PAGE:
The Thirteenth Tale

Margaret Lea never imagined the outcome when she, as a devoted modern, bibiophile, living with her parents on top of their book store, wrote a biographical essay, The Fraternal Muse on the Landier brothers, for a hardback collection of essays on writing and the family in the nineteenth century. She was a diletante, talented amateur in the company of professional and academic writers.

A is for Austen, B is for Brontë, C is for Charles and D is for Dickens. That is how she learned to read and writ

Margaret Lea never imagined the outcome when she, as a devoted modern, bibiophile, living with her parents on top of their book store, wrote a biographical essay, The Fraternal Muse on the Landier brothers, for a hardback collection of essays on writing and the family in the nineteenth century. She was a diletante, talented amateur in the company of professional and academic writers.A is for Austen, B is for Brontë, C is for Charles and D is for Dickens. That is how she learned to read and write. The book store was her everything.The second floor was her favorite place of discovery. It was where the Nineteenth-century literature was found: biographies, autobiographies, memoirs, diaries and letters of people gone a long time ago. And by opening and reading a few pages of all the books in the shelves, looking for something missing in herself, she gave all these people a chance to be alive again, even if it was only through their words. Being dead could be very lonely, she thought. Reading could be dangerous as well. She learnt that lesson early in life when she was sitting on a wall, reading, and fell off when she relaxed her muscles too much. From then on she always chose a secure, safe position to sit down when opening a book.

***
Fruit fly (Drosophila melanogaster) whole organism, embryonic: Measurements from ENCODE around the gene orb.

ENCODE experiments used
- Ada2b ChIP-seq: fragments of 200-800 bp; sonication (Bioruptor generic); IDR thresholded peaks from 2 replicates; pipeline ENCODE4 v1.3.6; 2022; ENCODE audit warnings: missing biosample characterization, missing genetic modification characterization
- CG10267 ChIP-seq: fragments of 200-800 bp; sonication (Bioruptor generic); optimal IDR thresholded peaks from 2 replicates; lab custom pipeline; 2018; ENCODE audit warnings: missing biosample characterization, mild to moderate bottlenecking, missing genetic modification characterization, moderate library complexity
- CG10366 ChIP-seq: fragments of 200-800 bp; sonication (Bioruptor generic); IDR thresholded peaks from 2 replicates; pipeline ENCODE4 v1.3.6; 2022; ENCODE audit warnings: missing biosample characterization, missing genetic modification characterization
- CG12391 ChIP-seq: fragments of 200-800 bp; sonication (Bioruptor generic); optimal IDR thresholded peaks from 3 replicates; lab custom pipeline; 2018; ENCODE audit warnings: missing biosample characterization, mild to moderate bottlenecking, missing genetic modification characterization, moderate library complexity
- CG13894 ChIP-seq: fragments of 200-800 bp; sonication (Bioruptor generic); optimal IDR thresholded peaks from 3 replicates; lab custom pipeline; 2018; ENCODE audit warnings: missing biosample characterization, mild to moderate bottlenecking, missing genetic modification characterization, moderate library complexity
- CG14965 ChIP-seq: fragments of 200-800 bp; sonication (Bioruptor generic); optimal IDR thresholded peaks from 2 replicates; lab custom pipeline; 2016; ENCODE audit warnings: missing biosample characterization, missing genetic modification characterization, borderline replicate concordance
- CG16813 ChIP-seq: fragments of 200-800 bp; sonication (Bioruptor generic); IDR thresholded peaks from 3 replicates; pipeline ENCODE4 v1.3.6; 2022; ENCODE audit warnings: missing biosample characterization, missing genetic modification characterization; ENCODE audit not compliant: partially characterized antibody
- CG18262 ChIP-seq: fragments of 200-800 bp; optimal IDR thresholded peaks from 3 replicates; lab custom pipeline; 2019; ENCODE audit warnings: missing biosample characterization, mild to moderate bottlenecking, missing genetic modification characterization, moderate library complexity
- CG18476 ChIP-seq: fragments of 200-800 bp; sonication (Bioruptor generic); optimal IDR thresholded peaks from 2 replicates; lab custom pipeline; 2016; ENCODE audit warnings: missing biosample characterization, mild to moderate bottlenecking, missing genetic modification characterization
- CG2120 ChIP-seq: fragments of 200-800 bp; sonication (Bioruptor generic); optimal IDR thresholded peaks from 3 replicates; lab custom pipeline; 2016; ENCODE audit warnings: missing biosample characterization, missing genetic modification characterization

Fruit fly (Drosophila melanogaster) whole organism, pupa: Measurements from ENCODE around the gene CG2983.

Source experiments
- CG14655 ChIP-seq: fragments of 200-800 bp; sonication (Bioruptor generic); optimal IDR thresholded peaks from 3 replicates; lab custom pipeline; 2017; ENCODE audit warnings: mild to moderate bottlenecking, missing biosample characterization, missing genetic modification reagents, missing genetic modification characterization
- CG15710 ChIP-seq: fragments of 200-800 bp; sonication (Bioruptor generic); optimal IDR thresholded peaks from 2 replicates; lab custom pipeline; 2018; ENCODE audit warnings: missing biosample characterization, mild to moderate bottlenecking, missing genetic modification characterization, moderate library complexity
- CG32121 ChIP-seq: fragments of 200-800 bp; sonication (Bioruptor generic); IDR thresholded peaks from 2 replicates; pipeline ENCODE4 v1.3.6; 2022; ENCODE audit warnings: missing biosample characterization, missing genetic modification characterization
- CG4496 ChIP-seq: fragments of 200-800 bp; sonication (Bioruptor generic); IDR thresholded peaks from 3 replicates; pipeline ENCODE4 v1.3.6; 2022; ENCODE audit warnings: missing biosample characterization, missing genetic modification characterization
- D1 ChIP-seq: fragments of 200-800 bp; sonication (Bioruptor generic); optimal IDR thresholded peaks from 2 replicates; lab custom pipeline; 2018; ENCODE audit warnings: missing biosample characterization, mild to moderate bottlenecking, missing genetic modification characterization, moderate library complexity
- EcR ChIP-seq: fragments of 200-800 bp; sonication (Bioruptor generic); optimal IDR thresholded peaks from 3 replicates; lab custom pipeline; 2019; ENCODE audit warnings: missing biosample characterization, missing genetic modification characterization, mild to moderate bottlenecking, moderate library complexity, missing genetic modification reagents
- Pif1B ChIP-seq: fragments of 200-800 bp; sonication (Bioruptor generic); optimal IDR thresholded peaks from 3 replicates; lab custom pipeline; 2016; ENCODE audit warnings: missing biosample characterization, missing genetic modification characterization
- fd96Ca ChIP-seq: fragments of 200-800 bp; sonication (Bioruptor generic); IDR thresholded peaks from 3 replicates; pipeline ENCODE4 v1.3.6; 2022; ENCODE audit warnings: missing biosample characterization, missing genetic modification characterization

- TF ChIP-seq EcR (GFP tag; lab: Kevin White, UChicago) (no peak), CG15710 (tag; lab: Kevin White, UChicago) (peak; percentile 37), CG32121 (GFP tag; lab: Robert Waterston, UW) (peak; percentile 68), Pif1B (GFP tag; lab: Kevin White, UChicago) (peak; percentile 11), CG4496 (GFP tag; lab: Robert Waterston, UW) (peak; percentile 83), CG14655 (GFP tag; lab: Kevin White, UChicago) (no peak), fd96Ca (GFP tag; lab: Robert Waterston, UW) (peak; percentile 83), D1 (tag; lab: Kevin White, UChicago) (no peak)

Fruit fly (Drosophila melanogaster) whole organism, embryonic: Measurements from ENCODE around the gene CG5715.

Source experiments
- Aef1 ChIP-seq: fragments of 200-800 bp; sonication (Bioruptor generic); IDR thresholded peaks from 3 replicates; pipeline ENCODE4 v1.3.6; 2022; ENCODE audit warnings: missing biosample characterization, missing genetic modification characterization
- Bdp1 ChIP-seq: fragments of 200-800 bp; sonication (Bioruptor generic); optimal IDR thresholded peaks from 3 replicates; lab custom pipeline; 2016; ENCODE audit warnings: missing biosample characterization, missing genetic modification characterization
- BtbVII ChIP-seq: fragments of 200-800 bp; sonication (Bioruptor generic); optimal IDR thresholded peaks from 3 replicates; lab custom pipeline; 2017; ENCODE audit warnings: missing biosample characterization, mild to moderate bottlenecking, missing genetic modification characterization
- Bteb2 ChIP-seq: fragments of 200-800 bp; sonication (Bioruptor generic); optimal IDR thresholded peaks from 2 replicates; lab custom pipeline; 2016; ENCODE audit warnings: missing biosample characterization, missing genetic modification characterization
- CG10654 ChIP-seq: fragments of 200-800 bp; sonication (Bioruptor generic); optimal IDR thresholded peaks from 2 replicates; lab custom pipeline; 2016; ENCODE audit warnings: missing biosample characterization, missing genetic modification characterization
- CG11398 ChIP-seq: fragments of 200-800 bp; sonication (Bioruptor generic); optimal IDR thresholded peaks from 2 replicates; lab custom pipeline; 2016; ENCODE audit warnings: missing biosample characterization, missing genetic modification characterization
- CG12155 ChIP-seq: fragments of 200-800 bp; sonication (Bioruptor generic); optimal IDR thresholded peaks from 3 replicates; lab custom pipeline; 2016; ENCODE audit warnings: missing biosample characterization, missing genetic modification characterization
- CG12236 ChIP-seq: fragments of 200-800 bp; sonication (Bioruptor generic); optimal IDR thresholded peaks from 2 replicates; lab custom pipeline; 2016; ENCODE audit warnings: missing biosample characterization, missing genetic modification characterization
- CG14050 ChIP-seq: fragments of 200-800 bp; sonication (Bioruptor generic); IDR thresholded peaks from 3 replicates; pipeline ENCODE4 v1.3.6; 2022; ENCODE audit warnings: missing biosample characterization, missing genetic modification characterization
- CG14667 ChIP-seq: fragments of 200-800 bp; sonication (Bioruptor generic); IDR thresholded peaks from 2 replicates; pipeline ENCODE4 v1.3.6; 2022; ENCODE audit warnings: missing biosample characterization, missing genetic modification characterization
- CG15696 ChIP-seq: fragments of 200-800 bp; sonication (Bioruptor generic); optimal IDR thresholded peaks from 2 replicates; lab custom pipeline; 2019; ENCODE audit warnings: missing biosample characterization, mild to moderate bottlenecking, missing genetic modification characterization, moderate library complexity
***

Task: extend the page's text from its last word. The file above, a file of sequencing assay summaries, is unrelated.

She had to be with the deceased. It was an urge, a need, an instinct.

P. 19: People disappear when they die. Their voices, their laughter, the warmth of their breath. Their flesh. Eventually their bones. All living memory of them ceases. This is both dreadful and natural. Yet for some there is an exception to this annihilation. For in the books they write they continue to exist. We can rediscover them. Their humour, their tone of voice, their moods. Through the written word they can anger you or make you happy. They can comfort you. They can perplex you. They can alter you. All this, even though they are dead. Like flies in amber, like corpses frozen in ice, that which according to the laws of nature should pass away is, by the miracle of ink on paper, preserved. It is kind of magic.
As a ten-year-old, she discovered an old tin underneath a bed which changed her life forever. She discovered the reason why she wanted to give a voice to the deceased.
P. 9: There is something about words. In expert hands, manipulated deftly, they take you prisoner.
A letter from Britain's most famous author, Vida Winter, invited her to write the author's biography.

All through her life, Vida Winter entertained journalists with various versions of her life story. None of them were ever the same.

P.5: I have nothing against people who love truth. Apart from the fact that they make dull companions. Just

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so long as they don't start on about storytelling and honesty the way some of them do. Naturally that annoys me. Provided they leave me alone, I won't hurt them.